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Review: Challengers – “Incredibly smart, with twists that will make your jaw drop”

A psychological-thriller and romantic-comedy collide in Challengers. It should be a contradiction in genres, but the backdrop of tennis gives the film the necessary edge to keep you hooked. There’s no need to be a tennis fan as the real game is played off the court between an engaging cast led by the formidable Zendaya – if Dune didn’t convince you to take her seriously this surely will. Zendaya plays Tashi Duncan, a retired tennis player turned coach for her husband Art Donaldson (Mike Faist), determined to end his losing streak by entering him into a Challenger cup. The cup goes well until Art gets to the final where he faces his former best friend and Tashi’s ex-boyfriend Patrick Zweig (Josh O’Connor). It’s a delicious love triangle.

The three leads have great chemistry together, jumping from friend to lover to enemy over the course of the film. Diving into the flaws and drives of Patrick, Art and Tashi; by the time you get to the end you’ll feel like you know these characters inside and out. Tashi’s love for tennis trumps all and to her “tennis is a relationship” and possibly the only thing she really loves. While Patrick and Art are driven mainly by how much they adore and worship Tashi. Zendaya has joked in interviews the film should be called “Codependency: The Movie” and she’s absolutely right. It’s a toxic relationship in vivid detail. The camera constantly has close-ups of the leads so we can see every expression on their face as they puzzle each other out on their way to becoming champion tennis players.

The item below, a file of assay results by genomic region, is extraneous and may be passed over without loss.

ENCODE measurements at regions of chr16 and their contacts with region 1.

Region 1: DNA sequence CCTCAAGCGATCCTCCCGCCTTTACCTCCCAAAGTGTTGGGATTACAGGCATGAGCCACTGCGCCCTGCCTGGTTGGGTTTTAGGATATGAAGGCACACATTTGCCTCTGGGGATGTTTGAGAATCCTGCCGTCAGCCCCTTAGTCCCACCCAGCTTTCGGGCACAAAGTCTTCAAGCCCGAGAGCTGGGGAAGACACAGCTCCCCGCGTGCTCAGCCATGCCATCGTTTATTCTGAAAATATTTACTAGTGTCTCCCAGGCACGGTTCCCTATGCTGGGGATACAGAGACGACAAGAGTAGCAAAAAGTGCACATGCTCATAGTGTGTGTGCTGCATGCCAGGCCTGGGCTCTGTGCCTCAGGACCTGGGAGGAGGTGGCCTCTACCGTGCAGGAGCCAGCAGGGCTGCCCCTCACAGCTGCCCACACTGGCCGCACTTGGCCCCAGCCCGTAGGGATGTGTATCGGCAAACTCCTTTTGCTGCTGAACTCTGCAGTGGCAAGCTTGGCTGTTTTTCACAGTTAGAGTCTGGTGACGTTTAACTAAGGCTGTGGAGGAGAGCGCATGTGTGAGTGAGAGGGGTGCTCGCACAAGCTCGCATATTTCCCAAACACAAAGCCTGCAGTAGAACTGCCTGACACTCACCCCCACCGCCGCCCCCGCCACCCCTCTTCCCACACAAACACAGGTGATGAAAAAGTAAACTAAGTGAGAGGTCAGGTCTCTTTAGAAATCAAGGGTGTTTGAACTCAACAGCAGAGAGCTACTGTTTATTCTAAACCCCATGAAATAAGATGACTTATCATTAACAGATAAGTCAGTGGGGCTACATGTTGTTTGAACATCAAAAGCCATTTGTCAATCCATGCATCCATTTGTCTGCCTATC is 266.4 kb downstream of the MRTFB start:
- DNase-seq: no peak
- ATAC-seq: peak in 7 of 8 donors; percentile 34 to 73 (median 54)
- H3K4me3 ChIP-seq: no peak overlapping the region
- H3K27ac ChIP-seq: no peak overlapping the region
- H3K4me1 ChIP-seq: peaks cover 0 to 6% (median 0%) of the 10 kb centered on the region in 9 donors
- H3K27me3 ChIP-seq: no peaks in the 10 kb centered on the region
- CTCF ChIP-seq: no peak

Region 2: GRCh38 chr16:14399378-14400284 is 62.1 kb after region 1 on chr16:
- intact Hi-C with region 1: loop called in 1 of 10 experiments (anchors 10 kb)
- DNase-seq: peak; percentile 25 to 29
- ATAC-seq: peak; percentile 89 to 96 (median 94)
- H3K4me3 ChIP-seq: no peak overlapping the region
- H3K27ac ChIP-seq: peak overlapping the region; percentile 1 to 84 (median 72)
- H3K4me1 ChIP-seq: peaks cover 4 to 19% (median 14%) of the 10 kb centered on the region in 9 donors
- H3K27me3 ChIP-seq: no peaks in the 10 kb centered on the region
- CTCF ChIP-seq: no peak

Directed by Luca Guadagnino who had previously directed Call Me By Your Name and Suspiria, Guadagnino treats the chronology like a game of tennis. Flitting back and forth between events when the characters were 18 and to their early 30s and everywhere in between. The start can be disorientating, with no clear view on how any of these different time periods come together but it settles into a smooth pace soon enough. From the start, Guadagnino is keen to explore power and relationships. When the cast are in their teens, the camera follows Art and Patrick’s lead and embraces the male gaze before Tashi presents herself and takes control of the story and the boys. The boys themselves have an interesting power dynamic and explores the homoerotic tension between them in little nods and winks – whenever they eat together it is invariably phallus-shaped.

Anyone familiar with the anime Death Note might remember an episode where the two leads play a tennis match to size each other up before coming to the conclusion that it is just a tennis match. Unlike Death Note, Challengers doesn’t have voice-over to explain their thoughts, just incredible acting through expressions and body language. When we get to the tennis matches they are vivid and the close-ups reveal the “relationship” that Tashi believes is happening on the courts; accompanied by bombastic beats provided by Trent Reznor and Atticus Ross.

Challengers was not the film I was expecting. A cross in genres, accompanied by thorough character exploration with a surprising number of laughs. Incredibly smart, with twists that will make your jaw drop, Challengers will have you glued to the screen.

Challengers opens in cinemas on 26th April 2024.

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